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Wrapping Up CrossBrowserUpdateProgress Into a Control

August 11, 2008

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A few weeks ago, I wrote about the joys of trying to create a cross browser UpdateProgress panel (or more to the point, work around oddities with IE6 CSS).

The post was fine, and the method works quite well; however, it’s not easily reproducable in it’s current form.  A custom web control; however, would solve that in a snap.

In this custom control, I’ll:

  • Determine if it’s IE6 or not and apply the approprate CSS
  • Accomodate the glitch where DropDownLists shine through in IE6
  • Provide public properties for the AssociatedUpdatePanelId and the text to appear in the UpdateProgress

Later on, I’ll probably tweak this to simply make the ProgressTemplate a public property—just like a standard UpdatePanel; however, for now, this meets the needs—a basic update progress control.  Simple is good.🙂

Basic CBUP

On the ASPX side, the code usage is quite simple:

<ts:CrossBrowserUpdateProgress runat=”server” ID=”cbup”

AssociatedUpdatePanelID=”UpdatePanel1″
DialogText=”Please wait…” />

Behind the scenes, the code is pretty spartan.  The WebControl renders an UpdateProgress control, applies the DialogText and AssociatedUpdatePanelID properties, creates the ProgressTemplate with the IFrame (to fix IE6 drop down lists), modal background, and the dialog itself.  Let’s take a look at the code.

There are three methods that are overridden: OnPreRender (to set the CSS), RenderContents (to create the controls and set a final ZIndex for IE6), and the actual CreateChildControls.

OnPreRender

Thankfully, the Request object has a helpful HtmlBrowserSpecifications array that keeps track of properties such as the browser, versions, javascript compatibility, etc.  From this, we can determine our IE 6 users and provide the approprate CSS.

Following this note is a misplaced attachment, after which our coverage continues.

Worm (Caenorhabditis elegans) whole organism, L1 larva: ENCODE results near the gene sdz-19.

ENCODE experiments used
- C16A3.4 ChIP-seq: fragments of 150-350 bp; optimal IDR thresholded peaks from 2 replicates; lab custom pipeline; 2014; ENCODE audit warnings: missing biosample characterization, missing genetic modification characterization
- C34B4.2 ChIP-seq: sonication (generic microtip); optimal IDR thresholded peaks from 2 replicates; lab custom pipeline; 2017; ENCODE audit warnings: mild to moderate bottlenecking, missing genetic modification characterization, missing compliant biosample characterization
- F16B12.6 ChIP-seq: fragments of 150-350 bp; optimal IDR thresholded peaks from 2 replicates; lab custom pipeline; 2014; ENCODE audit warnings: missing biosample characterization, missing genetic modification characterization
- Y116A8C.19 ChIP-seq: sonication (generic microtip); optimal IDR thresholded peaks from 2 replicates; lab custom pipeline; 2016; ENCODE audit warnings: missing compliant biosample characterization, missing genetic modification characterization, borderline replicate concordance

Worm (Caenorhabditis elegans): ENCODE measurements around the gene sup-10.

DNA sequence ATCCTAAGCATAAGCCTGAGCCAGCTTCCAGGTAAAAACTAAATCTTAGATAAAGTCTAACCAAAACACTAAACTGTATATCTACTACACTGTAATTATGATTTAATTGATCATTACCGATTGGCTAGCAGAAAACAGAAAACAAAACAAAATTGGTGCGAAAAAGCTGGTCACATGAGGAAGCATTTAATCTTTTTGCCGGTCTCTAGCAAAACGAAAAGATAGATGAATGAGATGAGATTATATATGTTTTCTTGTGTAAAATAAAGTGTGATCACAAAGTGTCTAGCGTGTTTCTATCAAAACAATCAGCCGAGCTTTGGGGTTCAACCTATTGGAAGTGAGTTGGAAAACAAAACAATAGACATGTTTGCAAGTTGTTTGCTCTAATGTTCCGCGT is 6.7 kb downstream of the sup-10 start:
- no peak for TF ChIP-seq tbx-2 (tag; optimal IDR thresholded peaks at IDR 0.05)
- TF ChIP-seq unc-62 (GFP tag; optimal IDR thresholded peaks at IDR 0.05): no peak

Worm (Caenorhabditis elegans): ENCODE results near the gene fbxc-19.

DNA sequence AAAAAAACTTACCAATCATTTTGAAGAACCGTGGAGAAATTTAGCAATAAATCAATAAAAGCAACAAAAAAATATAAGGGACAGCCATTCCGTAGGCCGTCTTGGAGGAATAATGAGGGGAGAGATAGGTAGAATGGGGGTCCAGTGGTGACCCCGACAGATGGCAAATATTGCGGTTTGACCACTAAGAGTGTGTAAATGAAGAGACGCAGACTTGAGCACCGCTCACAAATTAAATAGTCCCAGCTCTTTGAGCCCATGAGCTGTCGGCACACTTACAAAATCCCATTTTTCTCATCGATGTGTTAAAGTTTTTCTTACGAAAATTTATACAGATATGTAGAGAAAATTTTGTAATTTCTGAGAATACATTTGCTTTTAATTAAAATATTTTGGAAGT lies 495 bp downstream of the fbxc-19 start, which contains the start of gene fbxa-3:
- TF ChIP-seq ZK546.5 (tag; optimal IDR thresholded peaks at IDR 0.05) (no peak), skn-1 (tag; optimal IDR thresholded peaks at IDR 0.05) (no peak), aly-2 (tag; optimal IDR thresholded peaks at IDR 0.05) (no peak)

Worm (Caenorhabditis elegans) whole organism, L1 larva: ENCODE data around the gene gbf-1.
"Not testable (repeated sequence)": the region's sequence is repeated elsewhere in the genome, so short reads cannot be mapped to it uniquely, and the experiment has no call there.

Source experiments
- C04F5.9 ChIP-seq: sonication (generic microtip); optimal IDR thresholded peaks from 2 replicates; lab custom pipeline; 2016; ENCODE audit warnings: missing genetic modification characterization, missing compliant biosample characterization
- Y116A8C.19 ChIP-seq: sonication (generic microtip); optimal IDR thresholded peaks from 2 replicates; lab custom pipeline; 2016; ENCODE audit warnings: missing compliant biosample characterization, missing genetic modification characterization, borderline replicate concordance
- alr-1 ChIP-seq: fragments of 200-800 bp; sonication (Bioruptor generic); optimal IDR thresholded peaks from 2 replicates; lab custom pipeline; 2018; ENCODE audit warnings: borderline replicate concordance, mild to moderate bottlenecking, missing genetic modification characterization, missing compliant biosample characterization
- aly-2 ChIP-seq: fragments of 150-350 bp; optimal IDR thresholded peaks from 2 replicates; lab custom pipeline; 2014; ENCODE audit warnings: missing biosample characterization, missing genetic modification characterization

protected override void OnPreRender(System.EventArgs e)

{

if (this.Context.Request.Browser.Version == “6.0” &&

this.Context.Request.Browser.Browser == “IE”)

{

       var ie6Css =

Page.ClientScript.GetWebResourceUrl(GetType(), “ie6.css”);

var iis6CssLink = new HtmlLink { Href = ie6Css };

       iis6CssLink.Attributes.Add(“rel”, “stylesheet”);

       iis6CssLink.Attributes.Add(“type”, “text/css”);

       this.Page.Header.Controls.Add(iis6CssLink);

}

 

var generalCss =

Page.ClientScript.GetWebResourceUrl(GetType(), “general.css”);

var generalCssLink = new HtmlLink { Href = generalCss };

       generalCssLink.Attributes.Add(“rel”, “stylesheet”);

       generalCssLink.Attributes.Add(“type”, “text/css”);

       this.Page.Header.Controls.Add(generalCssLink);

 

       base.OnPreRender(e);

}

The CSS files are included as embedded resources (and should be approprately marked in the AssemblyInfo.cs) with the control.

RenderContents

RenderContents is nice and simple—set the ZIndex of the entire control, make sure that everything is in place, and render!